I talk about that here.

But “elimination” is also a metaphor for your personal and professional life. To

practice meticulous self-care, you need to periodically rid yourself of things that are holding you back. That can be something as minor as cleaning out a crammed-full desk drawer that bugs you every time you open it, to leaving behind a relationship that’s no longer healthy.

As you move forward on your healing path, you’ll attract people who are on that path, too.

lady organizing clothes

TRY THIS: Clean out your closet
Cleaning out my closet is something I do as the seasons change. By getting rid of clothes that either no longer fit, have seen better days, or are associated with a negative or stressful moment in your life, you are creating space. And space is necessary for new experiences to enter into your life.

I recently donated five boxes of used clothing to a homeless woman’s shelter. It felt wonderful to pass along those items knowing they would go to women who needed them.

5. Practice intention and attention: Focusing on what you are doing in the moment is not as easy as you think it is.

What does it mean to set your intention and attention on something?

As a noun, intention means to have a purpose, objective, or goal. Attention is about being observant. But there’s an energetic aspect of these also, and I think it’s about approaching something with a heart and mind that are fully engaged and aware and in-the-moment.

How often do you do something else while you are eating?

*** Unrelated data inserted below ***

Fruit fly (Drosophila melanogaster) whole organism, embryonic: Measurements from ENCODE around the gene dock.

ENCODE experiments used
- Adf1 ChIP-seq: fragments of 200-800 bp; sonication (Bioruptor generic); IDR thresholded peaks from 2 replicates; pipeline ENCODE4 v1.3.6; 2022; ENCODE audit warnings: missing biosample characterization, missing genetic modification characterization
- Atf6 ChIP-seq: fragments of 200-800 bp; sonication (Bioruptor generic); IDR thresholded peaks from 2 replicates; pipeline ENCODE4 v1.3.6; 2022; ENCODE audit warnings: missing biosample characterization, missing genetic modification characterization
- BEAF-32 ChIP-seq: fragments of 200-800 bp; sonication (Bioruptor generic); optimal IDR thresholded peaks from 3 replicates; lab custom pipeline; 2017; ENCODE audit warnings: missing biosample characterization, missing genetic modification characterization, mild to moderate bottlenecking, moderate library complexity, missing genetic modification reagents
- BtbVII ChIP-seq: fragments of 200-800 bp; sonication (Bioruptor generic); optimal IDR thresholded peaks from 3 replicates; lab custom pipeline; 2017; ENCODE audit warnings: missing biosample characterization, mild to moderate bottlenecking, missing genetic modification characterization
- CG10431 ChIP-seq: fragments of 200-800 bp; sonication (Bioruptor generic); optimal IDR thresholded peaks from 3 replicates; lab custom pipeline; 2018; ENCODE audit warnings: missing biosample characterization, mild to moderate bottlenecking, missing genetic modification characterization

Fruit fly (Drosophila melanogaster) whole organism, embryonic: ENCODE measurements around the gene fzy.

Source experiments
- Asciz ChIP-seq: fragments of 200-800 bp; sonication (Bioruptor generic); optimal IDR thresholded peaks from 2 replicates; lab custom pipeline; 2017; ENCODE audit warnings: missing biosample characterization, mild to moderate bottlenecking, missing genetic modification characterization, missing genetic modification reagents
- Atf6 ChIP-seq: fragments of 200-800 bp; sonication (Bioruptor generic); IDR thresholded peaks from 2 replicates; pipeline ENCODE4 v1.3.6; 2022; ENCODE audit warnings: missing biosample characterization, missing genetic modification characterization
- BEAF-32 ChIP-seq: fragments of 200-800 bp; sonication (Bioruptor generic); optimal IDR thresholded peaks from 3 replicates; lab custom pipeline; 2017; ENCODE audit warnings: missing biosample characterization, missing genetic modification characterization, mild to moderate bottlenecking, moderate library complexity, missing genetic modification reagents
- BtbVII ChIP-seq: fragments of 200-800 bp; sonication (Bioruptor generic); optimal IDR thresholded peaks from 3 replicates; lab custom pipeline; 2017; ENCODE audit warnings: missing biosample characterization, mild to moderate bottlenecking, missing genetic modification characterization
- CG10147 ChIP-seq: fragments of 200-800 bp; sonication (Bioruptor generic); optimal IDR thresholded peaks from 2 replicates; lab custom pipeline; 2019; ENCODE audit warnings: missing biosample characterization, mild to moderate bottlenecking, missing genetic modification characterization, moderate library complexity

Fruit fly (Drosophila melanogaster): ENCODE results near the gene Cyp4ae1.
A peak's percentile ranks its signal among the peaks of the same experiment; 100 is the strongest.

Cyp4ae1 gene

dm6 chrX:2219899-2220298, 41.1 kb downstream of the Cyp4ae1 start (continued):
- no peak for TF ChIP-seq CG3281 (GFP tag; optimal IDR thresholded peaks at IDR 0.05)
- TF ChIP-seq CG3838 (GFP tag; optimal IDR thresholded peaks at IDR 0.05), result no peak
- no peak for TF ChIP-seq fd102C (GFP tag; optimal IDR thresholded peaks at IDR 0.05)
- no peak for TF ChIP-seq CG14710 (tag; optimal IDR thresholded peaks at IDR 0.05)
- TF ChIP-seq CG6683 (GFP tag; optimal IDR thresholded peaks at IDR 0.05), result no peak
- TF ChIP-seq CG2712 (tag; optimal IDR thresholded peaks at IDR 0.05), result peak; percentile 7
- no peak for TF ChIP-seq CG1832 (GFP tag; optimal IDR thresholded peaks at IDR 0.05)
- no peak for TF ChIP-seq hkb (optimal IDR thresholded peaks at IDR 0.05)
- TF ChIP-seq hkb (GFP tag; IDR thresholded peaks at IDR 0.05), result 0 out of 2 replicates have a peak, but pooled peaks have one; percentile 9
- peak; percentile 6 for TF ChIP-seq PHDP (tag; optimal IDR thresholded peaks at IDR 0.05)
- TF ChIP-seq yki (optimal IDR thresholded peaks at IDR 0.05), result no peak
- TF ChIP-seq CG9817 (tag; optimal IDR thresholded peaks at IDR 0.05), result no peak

Try focusing only on the food you are eating, as you are eating it. That means not reading a book, watching TV, looking at your computer or talking on the phone. Instead, remind yourself to pay attention to what you are doing (eating) and what your goal is (to enjoy your food and let it nourish you).

What you will discover might amaze you. First, I think you will find that you are chewing your food more than before, and with that, there was more taste and enjoyment. Secondly, this can make it easier to be in touch with your satiation level, so you are able to  stop eating when you become full. This is the beginning of losing those few pounds, with no effort other than attention and intention.

The practice of meticulous self-care is simple: prepare ahead of time; be supportive of yourself and surround yourself with others who support you; eliminate the toxic and the unnecessary; live fully in the moment. But how often do we really do these things?

So, to help you get started, I’d like to suggest an exercise: dinner. As soon as you are able, choose a night to practice true self-care with your dinner. Plan out and make a healthy, delicious meal. When you sit to enjoy it, turn off all distractions. Close your eyes for just a brief moment before you start to eat to center yourself. Concentrate on your food and anyone you’re sharing it with. Taste the flavors, smell the scents, notice the colors and textures. Imagine it moving through your body, nourishing you, energizing you.


Do you feel any different? Did you eat less or more slowly, did you enjoy your food more, did you have better conversations and feel better after the meal was over?

Meticulous self-care is really about being deliberate. Watch someone who’s really good at what they do: a chef, or a rock climber, for example. See how each move is planned, deliberate, with no stress or fuss, no wasted time or motion.

At its best, your being is in alignment with what you are doing and the action comes from your heart! The more you can be deliberate about your choices, your work, your food, the people you surround yourself with, the calmer and more purposeful your life can be, bringing more joy to your heart.